On Wednesday (04/10), the National Congress raised demands on the Supreme Federal Court (STF) and provoked a reaction from the Court’s President, Minister Luís Roberto Barroso, who said it was not time to make changes to the court. The latest events show an escalation in tensions between Brazil’s highest court and the Legislative Power, which feels stripped from its powers by the STF.
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The tension in the relationship between the Powers included a public message from the Federal Chamber President Arthur Lira (PP), citing the importance of respecting constitutional limits and the approval of a project in a Senate committee to restrict individual decisions in higher courts. On the other hand, Barroso, who took command of the Federal Supreme Court last week, called a press conference in defense of the institution.
The Senate and the Federal Chamber have united forces to push their goals of limiting the capacities of the STF. Lira stated in the morning that the Powers of the Republic need to remain within constitutional limits and said he was “absolutely certain” that Congress obeys them. At the same time, federal deputies articulated obstructions in the legislative work to pressure the Executive Power for support and to protest against what they consider to be interference by the Judiciary in Legislative prerogatives. The movement against the STF finds resonance in the Senate, where the movement started.
In recent weeks, tension between the STF and Congress has escalated, with support to congressmen growing, particularly from the agribusiness, the opposition, and a more conservative wing to which abortion, land demarcation for indigenous tribes, and the decriminalization of drugs and union taxes are sensitive topics.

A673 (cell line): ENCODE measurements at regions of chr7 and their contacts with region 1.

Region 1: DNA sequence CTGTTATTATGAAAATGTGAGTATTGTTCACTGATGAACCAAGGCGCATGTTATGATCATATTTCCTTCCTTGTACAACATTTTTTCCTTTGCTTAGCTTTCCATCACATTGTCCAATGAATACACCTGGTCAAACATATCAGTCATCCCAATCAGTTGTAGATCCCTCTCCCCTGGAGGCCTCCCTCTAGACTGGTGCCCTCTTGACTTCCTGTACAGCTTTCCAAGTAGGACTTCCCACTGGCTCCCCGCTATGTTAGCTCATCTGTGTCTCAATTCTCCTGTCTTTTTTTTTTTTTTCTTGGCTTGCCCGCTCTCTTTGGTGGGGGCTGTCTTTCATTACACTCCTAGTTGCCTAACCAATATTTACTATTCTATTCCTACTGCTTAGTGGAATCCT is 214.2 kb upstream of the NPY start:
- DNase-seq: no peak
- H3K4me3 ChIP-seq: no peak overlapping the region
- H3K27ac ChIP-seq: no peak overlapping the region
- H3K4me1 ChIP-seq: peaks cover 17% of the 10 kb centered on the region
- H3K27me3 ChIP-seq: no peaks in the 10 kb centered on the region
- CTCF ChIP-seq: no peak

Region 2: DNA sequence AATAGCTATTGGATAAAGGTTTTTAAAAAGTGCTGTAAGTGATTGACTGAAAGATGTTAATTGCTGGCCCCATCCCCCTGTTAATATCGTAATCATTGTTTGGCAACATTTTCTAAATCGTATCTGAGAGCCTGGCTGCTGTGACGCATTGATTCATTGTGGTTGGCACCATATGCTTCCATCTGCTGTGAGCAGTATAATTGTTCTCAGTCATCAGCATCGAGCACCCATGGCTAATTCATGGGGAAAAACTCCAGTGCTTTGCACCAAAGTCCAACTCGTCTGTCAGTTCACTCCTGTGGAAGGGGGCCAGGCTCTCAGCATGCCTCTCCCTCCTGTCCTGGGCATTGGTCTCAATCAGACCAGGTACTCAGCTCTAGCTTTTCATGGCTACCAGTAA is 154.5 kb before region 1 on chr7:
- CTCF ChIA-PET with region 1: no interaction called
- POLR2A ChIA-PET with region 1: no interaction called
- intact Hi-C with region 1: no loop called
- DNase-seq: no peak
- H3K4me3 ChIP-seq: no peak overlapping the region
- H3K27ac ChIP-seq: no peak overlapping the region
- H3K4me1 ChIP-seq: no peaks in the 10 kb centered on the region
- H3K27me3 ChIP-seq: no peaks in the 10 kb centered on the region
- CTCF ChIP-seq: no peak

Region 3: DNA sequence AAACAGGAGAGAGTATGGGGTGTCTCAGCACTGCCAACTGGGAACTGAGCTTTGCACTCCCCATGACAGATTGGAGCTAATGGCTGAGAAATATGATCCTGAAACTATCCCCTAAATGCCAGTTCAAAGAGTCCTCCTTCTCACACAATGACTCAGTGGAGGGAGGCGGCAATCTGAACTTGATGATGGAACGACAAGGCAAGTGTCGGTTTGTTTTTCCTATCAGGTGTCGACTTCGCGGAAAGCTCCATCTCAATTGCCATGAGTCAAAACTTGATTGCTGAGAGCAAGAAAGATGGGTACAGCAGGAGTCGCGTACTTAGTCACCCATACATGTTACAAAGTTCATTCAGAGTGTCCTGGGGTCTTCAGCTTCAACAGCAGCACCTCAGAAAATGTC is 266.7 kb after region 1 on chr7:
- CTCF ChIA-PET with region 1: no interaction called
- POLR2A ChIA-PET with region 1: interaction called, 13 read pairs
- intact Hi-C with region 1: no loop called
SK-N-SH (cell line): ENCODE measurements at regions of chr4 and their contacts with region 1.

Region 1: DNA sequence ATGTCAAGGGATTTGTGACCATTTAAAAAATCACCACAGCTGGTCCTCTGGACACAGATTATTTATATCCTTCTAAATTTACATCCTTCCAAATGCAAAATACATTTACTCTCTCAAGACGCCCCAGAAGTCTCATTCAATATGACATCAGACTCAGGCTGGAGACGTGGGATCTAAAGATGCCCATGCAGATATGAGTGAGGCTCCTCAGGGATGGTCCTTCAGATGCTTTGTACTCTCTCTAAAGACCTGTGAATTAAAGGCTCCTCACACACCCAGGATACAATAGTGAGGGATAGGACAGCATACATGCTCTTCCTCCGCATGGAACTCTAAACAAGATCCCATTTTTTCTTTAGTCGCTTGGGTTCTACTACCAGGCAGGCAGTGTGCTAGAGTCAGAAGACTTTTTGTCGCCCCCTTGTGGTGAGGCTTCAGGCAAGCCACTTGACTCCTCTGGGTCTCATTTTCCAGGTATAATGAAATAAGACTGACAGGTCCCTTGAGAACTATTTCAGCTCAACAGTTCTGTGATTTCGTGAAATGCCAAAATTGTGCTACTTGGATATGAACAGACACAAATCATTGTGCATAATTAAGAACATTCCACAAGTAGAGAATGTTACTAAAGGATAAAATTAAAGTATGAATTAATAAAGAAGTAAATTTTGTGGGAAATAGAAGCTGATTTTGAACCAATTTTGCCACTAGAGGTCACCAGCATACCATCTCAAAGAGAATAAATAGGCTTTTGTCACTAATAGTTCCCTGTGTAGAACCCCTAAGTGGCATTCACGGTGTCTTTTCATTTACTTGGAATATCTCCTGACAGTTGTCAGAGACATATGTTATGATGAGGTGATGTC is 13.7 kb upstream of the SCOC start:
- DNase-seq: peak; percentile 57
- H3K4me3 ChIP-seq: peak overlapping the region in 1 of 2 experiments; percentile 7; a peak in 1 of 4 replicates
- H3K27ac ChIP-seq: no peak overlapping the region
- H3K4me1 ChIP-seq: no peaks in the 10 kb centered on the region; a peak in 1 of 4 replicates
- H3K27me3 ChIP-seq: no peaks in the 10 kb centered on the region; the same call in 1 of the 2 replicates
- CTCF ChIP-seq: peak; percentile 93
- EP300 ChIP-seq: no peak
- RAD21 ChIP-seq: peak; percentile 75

In fact, these were the topics that stimulated the entire movement created by the legislators. The discussions considered controversial were proposed by retired minister Rosa Weber during her last weeks heading the Supreme Court, which encouraged congressmen to the current mobilization.
Fighting in Two Fronts
The strategy put in orchestrated by the Legislative includes two basic moves. On the first front, norms are being discussed and approved that aim to reverse the court’s most progressive decisions. On the second front, proposals are being discussed to change the institutional design and powers of the STF to, on the one hand, mitigate the conditions for the court to control excesses and abuses by the Legislative and Judiciary as well as, on the other hand, increase the interference of these powers on the court.
Last week, a constitutional amendment proposal (PEC) began to be processed in the Chamber, which, if approved, would allow Congress to overturn Supreme Court decisions. The text states that court decisions that “exceed constitutional limits” could be suspended if a decree is approved in two rounds, by 308 deputies from the Chamber and 49 votes from the Senate.
Changing the Court’s Regimental Rules
On Wednesday (04/10), senators approved, with a vote in less than 1 minute, a proposal in the Constitution and Justice Commission (CCJ), which limits monocratic decisions in higher courts, such as the STF. The measure still needs to be approved in the plenary of the House and in the Chamber to be valid.
Other ideas that seek to transform the court’s internal rules include the implementation of a mandate to the STF ministers, in addition to the elevation of the minimal age for a person to be eligible to the tribunal.
History of Changes in the STF
The National Congress has already had at least 69 PECs to try to change the rules for appointments to the STF. Currently, the President of the Republic is responsible for choosing the person and nominating he/she, and the Senate is responsible for deciding on its approval.